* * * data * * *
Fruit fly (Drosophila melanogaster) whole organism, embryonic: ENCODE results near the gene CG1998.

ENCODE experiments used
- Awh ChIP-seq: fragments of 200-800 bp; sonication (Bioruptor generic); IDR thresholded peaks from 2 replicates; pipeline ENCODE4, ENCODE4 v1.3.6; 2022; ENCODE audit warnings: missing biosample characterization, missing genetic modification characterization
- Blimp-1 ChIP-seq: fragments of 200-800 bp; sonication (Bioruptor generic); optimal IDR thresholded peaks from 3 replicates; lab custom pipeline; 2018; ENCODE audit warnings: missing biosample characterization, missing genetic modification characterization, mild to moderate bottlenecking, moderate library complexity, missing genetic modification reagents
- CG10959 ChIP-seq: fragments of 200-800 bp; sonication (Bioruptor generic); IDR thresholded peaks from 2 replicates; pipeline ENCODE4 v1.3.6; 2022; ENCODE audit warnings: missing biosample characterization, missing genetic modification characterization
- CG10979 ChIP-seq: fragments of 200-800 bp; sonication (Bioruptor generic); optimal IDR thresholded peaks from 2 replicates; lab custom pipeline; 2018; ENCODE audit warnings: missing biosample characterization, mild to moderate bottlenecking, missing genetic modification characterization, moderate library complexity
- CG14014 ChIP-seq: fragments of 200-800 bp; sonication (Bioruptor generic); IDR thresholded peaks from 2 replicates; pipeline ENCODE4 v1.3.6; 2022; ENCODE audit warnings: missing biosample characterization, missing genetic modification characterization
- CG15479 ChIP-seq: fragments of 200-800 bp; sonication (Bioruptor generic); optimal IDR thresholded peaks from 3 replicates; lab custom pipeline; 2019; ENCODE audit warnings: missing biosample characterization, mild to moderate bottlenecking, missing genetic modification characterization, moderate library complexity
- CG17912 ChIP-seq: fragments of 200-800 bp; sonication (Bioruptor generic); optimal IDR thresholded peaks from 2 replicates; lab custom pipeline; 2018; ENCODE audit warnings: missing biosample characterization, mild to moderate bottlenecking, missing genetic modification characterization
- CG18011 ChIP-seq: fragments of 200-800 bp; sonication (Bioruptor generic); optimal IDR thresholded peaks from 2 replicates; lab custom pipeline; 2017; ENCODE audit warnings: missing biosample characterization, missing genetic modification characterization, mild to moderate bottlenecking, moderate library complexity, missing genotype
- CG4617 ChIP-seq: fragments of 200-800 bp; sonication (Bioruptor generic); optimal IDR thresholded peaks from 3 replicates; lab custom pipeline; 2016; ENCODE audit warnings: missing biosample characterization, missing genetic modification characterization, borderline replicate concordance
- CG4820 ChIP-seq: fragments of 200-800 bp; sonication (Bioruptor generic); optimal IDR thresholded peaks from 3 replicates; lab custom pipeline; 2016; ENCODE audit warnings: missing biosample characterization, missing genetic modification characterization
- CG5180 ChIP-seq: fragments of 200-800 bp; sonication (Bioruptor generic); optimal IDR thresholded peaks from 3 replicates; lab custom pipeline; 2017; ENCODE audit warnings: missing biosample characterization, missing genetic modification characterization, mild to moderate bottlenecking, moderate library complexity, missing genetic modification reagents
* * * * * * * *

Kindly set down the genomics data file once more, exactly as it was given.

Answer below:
Fruit fly (Drosophila melanogaster) whole organism, embryonic: ENCODE results near the gene CG1998.

ENCODE experiments used
- Awh ChIP-seq: fragments of 200-800 bp; sonication (Bioruptor generic); IDR thresholded peaks from 2 replicates; pipeline ENCODE4, ENCODE4 v1.3.6; 2022; ENCODE audit warnings: missing biosample characterization, missing genetic modification characterization
- Blimp-1 ChIP-seq: fragments of 200-800 bp; sonication (Bioruptor generic); optimal IDR thresholded peaks from 3 replicates; lab custom pipeline; 2018; ENCODE audit warnings: missing biosample characterization, missing genetic modification characterization, mild to moderate bottlenecking, moderate library complexity, missing genetic modification reagents
- CG10959 ChIP-seq: fragments of 200-800 bp; sonication (Bioruptor generic); IDR thresholded peaks from 2 replicates; pipeline ENCODE4 v1.3.6; 2022; ENCODE audit warnings: missing biosample characterization, missing genetic modification characterization
- CG10979 ChIP-seq: fragments of 200-800 bp; sonication (Bioruptor generic); optimal IDR thresholded peaks from 2 replicates; lab custom pipeline; 2018; ENCODE audit warnings: missing biosample characterization, mild to moderate bottlenecking, missing genetic modification characterization, moderate library complexity
- CG14014 ChIP-seq: fragments of 200-800 bp; sonication (Bioruptor generic); IDR thresholded peaks from 2 replicates; pipeline ENCODE4 v1.3.6; 2022; ENCODE audit warnings: missing biosample characterization, missing genetic modification characterization
- CG15479 ChIP-seq: fragments of 200-800 bp; sonication (Bioruptor generic); optimal IDR thresholded peaks from 3 replicates; lab custom pipeline; 2019; ENCODE audit warnings: missing biosample characterization, mild to moderate bottlenecking, missing genetic modification characterization, moderate library complexity
- CG17912 ChIP-seq: fragments of 200-800 bp; sonication (Bioruptor generic); optimal IDR thresholded peaks from 2 replicates; lab custom pipeline; 2018; ENCODE audit warnings: missing biosample characterization, mild to moderate bottlenecking, missing genetic modification characterization
- CG18011 ChIP-seq: fragments of 200-800 bp; sonication (Bioruptor generic); optimal IDR thresholded peaks from 2 replicates; lab custom pipeline; 2017; ENCODE audit warnings: missing biosample characterization, missing genetic modification characterization, mild to moderate bottlenecking, moderate library complexity, missing genotype
- CG4617 ChIP-seq: fragments of 200-800 bp; sonication (Bioruptor generic); optimal IDR thresholded peaks from 3 replicates; lab custom pipeline; 2016; ENCODE audit warnings: missing biosample characterization, missing genetic modification characterization, borderline replicate concordance
- CG4820 ChIP-seq: fragments of 200-800 bp; sonication (Bioruptor generic); optimal IDR thresholded peaks from 3 replicates; lab custom pipeline; 2016; ENCODE audit warnings: missing biosample characterization, missing genetic modification characterization
- CG5180 ChIP-seq: fragments of 200-800 bp; sonication (Bioruptor generic); optimal IDR thresholded peaks from 3 replicates; lab custom pipeline; 2017; ENCODE audit warnings: missing biosample characterization, missing genetic modification characterization, mild to moderate bottlenecking, moderate library complexity, missing genetic modification reagents